The Nation's film critic Stuart Klawans is author of the books Film Follies: The Cinema Out of Order (a finalist for the 1999 National Book Critics Circle Awards) and Left in the Dark: Film Reviews and Essays, 1988-2001. His film criticism and reviews for The Nation won the 2007 National Magazine Award. When not on deadline for The Nation, he contributes articles to the New York Times and other publications.
It was the perfect setup for an op-ed article: the release, between the Democratic and Republican conventions, of Alien vs.
More than once in Jonathan Demme's reimagining of The Manchurian Candidate, a distraught Denzel Washington jabs at his skull and rasps, "They got in here." He means it literally.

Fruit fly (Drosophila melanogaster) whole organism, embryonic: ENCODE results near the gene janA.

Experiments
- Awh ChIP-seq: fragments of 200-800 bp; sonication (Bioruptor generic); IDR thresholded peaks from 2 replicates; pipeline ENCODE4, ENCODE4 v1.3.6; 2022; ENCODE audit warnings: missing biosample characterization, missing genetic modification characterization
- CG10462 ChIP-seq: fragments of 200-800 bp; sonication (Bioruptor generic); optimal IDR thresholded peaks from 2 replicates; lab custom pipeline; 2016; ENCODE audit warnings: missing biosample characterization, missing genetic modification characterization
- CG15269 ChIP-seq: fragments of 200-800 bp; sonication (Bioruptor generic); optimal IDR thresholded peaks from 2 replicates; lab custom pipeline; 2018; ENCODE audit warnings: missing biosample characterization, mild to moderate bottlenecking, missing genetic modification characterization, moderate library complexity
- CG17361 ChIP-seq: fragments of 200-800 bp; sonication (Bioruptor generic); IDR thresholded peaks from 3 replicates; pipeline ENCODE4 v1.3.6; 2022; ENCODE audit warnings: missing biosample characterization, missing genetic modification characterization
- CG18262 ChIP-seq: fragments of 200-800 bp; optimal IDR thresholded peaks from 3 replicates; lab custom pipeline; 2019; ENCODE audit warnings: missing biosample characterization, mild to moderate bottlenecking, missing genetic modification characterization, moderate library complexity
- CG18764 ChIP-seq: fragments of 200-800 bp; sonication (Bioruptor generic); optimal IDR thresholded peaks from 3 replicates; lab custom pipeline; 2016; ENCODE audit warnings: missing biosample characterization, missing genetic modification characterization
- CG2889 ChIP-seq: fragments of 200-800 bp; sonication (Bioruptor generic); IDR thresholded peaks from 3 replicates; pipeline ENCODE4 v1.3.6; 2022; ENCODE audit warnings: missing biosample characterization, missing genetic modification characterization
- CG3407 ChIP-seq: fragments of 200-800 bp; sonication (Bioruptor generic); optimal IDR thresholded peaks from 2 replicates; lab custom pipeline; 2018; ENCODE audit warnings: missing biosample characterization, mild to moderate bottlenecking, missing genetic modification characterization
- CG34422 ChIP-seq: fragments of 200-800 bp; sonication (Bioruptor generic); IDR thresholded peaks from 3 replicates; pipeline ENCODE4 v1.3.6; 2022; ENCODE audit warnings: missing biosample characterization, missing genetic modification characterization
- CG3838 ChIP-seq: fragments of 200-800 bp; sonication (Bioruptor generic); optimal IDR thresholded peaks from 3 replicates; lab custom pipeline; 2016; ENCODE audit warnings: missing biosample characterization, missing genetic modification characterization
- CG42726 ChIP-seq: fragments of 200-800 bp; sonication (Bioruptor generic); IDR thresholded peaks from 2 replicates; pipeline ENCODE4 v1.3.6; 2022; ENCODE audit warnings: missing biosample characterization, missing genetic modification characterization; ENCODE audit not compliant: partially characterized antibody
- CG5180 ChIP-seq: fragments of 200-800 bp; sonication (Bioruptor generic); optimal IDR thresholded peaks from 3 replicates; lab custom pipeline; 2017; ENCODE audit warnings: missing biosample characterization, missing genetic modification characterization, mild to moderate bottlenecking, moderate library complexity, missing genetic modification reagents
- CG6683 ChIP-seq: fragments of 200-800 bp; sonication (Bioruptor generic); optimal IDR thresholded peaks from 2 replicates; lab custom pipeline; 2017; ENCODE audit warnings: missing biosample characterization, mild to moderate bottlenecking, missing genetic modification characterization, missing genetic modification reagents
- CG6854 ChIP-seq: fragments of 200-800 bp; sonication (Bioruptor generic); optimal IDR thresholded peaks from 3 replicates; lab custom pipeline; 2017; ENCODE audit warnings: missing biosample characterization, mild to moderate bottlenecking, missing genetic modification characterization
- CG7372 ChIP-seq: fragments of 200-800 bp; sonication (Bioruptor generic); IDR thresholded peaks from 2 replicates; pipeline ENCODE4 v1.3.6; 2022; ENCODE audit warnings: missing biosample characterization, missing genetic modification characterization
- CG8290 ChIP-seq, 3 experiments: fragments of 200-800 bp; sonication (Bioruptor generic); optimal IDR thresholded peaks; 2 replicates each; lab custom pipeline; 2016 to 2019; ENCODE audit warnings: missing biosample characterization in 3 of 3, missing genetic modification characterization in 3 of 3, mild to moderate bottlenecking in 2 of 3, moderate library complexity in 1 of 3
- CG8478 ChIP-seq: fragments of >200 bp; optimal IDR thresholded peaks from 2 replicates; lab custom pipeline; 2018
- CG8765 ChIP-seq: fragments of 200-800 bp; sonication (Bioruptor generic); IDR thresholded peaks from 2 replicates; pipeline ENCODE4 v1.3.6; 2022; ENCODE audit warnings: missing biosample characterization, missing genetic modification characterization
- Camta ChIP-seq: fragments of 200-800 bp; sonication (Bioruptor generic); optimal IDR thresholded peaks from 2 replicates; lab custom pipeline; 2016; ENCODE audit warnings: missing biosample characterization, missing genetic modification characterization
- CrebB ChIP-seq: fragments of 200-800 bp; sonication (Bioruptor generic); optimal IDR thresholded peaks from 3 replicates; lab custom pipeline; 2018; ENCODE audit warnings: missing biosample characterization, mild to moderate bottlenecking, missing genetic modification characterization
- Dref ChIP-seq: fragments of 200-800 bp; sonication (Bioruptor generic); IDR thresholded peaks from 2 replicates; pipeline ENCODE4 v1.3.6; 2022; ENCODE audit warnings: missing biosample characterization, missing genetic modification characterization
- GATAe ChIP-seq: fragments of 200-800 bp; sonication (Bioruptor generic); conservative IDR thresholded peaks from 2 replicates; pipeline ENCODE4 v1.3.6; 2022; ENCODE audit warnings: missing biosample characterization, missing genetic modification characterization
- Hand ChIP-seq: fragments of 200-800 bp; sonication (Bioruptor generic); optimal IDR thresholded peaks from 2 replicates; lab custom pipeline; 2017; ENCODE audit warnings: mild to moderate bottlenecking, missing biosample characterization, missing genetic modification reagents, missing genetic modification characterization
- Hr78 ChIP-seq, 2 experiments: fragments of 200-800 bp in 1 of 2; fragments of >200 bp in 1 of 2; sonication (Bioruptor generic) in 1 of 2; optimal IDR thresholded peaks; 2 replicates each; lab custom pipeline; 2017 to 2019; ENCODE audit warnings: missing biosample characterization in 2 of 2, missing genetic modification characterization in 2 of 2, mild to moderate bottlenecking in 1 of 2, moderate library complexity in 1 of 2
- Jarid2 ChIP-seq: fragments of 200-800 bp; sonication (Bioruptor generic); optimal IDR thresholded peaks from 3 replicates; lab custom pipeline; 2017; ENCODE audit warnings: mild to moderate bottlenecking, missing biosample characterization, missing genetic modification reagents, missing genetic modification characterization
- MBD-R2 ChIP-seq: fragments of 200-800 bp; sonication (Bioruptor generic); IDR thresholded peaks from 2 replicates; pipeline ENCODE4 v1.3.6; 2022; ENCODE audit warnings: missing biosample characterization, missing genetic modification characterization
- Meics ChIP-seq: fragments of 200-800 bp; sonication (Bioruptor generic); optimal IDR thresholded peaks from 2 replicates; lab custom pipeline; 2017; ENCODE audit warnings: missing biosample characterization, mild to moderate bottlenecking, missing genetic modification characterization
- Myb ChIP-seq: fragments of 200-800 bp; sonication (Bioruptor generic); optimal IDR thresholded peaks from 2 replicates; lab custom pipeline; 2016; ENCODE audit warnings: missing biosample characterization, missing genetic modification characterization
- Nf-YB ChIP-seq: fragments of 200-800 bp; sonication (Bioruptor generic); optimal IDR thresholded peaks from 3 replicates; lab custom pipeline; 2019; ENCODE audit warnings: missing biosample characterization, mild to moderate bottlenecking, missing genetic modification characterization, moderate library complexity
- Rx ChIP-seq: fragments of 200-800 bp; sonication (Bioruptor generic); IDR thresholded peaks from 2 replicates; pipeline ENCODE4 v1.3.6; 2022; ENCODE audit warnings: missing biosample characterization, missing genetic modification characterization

I paid to see Will Smith fight legions of robots, and what I got was a trip back to Wabash Street.
Like many intelligent women of advanced political beliefs, Celine detests the ideology of the soulmate.
Not the judgment of film critics but the passage of time will decide whether Michael Moore's Fahrenheit 9/11 can change the world. Change, of course, is the whole purpose.
When you go to the Human Rights Watch International Film Festival, you expect the screen to be a window onto the world.
Most faces can simply be described, but some (like Jean Dominique's)
need explaining. When did the lips shrink away, and the light brown skin
start clinging to the bones?
Antiquarian mishmash lathers the April screen. In Kill Bill Vol.
A rough but accurate gauge of national resilience: When dictators fall, how soon do filmmakers rise again? In the case of Argentina, the recovery was impressively quick.